14. 14. Structure of the European Union<br />European Commission<br />Staff of 24,000<br />HQ in Brussels, Belgium<br />Commission has 27 individual members – one from each member state<br />Chosen for 4-year renewable terms<br />Lacks formal autonomous power except for day-to-day EU operations<br />Reports to, and implements policies of, the Council of Ministers<br />Pearson Education, Inc. <br />publishing as Longman © 2010<br />
  15. 15. Figure 10.1<br />Pearson Education, Inc. <br />publishing as Longman © 2010<br />
  16. 16. Structure of the European Union<br />Council of the European Union (formerly Council of Ministers)<br />Meeting of the relevant ministers of each member state – politicians who control the bureaucrats<br />Reflects states’ resistance to yielding sovereignty<br />Voting system is based on each state’s population, but in practice it operates by consensus on major policy issues.<br />Has a rotating presidency (with limited power)<br />European Council (1970s)<br />Pearson Education, Inc. <br />publishing as Longman © 2010<br />
  17. 17. Structure of the European Union<br />European Parliament<br />Falls somewhat short of a true legislature passing laws for all of Europe<br />At present, it operates partly as a watchdog over the Commission, but with some power to legislate.<br />Must approve the Commission’s budget but no item by item control.<br />Shares power with the Council under a “co-decision procedure.”<br />Economic and Social Committee<br />European Court of Justice (Luxembourg)<br />Pearson Education, Inc. <br />publishing as Longman © 2010<br />
  18. 18. The Single European Act<br />First major revision of the Treaty of Rome<br />1985 act began a new phase of accelerated integration <br />Europe 1992 due to target date set<br />Centered on 300 directives from the European Commission<br />Push for European Central Bank<br />Moved economic integration into more political and controversial areas<br />Hollowing out/eroding the state from below and above<br />Pearson Education, Inc. <br />publishing as Longman © 2010<br />
  19. 19. The Maastricht Treaty<br />Renamed the EC as the EU and committed it to further progress in three main areas:<br />Monetary union<br />Justice and home affairs<br />Political and military integration<br />Controversial<br />Pearson Education, Inc. <br />publishing as Longman © 2010<br />
  20. 20. The Maastricht Treaty<br />Ratification - complicated and slow<br />Has begun to reshape political economy at a global level<br />Political and military integration more problematic<br />Struggle between nationalism and supranationalism<br />Pearson Education, Inc. <br />publishing as Longman © 2010<br />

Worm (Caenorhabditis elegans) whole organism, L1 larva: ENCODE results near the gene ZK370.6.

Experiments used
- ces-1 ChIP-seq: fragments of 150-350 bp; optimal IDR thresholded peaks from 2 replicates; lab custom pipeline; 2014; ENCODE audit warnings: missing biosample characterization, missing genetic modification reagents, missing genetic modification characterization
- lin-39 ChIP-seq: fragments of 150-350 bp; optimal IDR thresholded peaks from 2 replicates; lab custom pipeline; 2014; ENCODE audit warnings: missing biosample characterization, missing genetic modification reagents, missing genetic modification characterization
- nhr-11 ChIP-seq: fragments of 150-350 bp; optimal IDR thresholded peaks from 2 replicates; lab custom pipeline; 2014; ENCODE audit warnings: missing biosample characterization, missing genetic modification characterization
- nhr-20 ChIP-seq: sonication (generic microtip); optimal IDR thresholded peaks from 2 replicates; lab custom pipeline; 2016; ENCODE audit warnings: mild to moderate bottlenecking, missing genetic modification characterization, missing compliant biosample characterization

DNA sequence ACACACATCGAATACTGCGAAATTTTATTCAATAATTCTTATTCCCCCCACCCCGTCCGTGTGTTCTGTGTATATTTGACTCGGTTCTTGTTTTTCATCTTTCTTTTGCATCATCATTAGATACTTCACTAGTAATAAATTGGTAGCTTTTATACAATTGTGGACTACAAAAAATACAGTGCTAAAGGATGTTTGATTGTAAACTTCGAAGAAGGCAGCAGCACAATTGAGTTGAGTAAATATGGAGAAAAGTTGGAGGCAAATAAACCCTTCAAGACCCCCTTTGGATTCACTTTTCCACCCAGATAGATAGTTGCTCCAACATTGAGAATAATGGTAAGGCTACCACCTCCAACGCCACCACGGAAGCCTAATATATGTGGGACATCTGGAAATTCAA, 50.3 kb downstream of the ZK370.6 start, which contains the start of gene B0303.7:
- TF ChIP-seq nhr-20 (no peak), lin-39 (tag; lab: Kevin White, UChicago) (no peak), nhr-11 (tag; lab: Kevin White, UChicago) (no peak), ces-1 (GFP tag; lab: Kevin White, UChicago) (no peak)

21. 21. Monetary Union<br />A European currency, the euro, has replaced national currencies in 16 EU members, as mandated in the Maastricht process.<br />Came into full circulation in 2002; national currencies ceased to exist<br />Difficulties: equalization among state economies<br />Main solution adopted was to restrict membership in the monetary union, at least in the first round, to only those countries with enough economic stability not to jeopardize the union.<br />Hard choices by states; Britain, Denmark, and Sweden opted to retain their national currencies<br />Pearson Education, Inc. <br />publishing as Longman © 2010<br />
  22. 22. Monetary Union<br />Breaking the rules<br />Germany and France’s budget deficits over those allowed by the rules<br />Greece falsified economic data needed to be admitted<br />Latvia’s government lost power within six months of joining the EU due to unpopular budget cuts<br />Difficult birth, given it was the largest financial overhaul ever attempted in history, and in its first five years was deemed very successful.<br />Pearson Education, Inc. <br />publishing as Longman © 2010<br />
  23. 23. Expanding the European Union<br />Success has attracted neighboring states who wish to join.<br />EU has expanded from 15 members to 27 since 2004<br />Spain and Portugal, 1986 (11th and 12th members)<br />Austria, Sweden, and Finland (1995)<br />Norway applied to join and was accepted, but its citizens voted down the idea in 1994.<br />Switzerland’s plans to join were halted by a popular referendum in the early 1990s.<br />Pearson Education, Inc. <br />publishing as Longman © 2010<br />
  24. 24. Expanding the European Union<br />Current expansion guided by the 2000 Treaty of Nice<br />10 new members joined in 2004<br />Poland, Czech Republic, Slovakia, Hungary, Slovenia, Estonia, Latvia, Lithuania, Malta, and Cyprus<br />Expanded to 25 members<br />Without the five largest having two seats<br />New voting rules that move away from a requirement for consensus<br />2007, Romania and Bulgaria entered the EU, bringing the total to 27<br />Unlike previous members, Britain and Ireland imposed work restrictions on citizens of new 2007 members <br />Turkey continues to seek membership<br />Would be the only Muslim country in the EU<br />Would bring workers, growth, bridge to the Middle East<br />Some fear immigration<br />Would be the poorest member; worry about costs of social programs, etc.<br />Cyprus- removal of Turkism military forces<br />Inner and outer layers<br />Pearson Education, Inc. <br />publishing as Longman © 2010<br />
  25. 25. Figure 10.2<br />Pearson Education, Inc. <br />publishing as Longman © 2010<br />
  26. 26. Expanding the European Union<br />EU Constitution (late 2004 signed by 25 leaders)<br />To establish a stronger president of the EU and a foreign minister, to represent Europe as a global superpower in world affairs, majority vote rather than consensus in more cases<br />France and Netherlands rejected<br />Lisbon Treaty – new proposed constitution<br />Rejected by Ireland in 2008, but will hold another vote<br />Organization for Security and Cooperation in Europe (OSCE0)<br />Operates by consensus<br />Pearson Education, Inc. <br />publishing as Longman © 2010<br />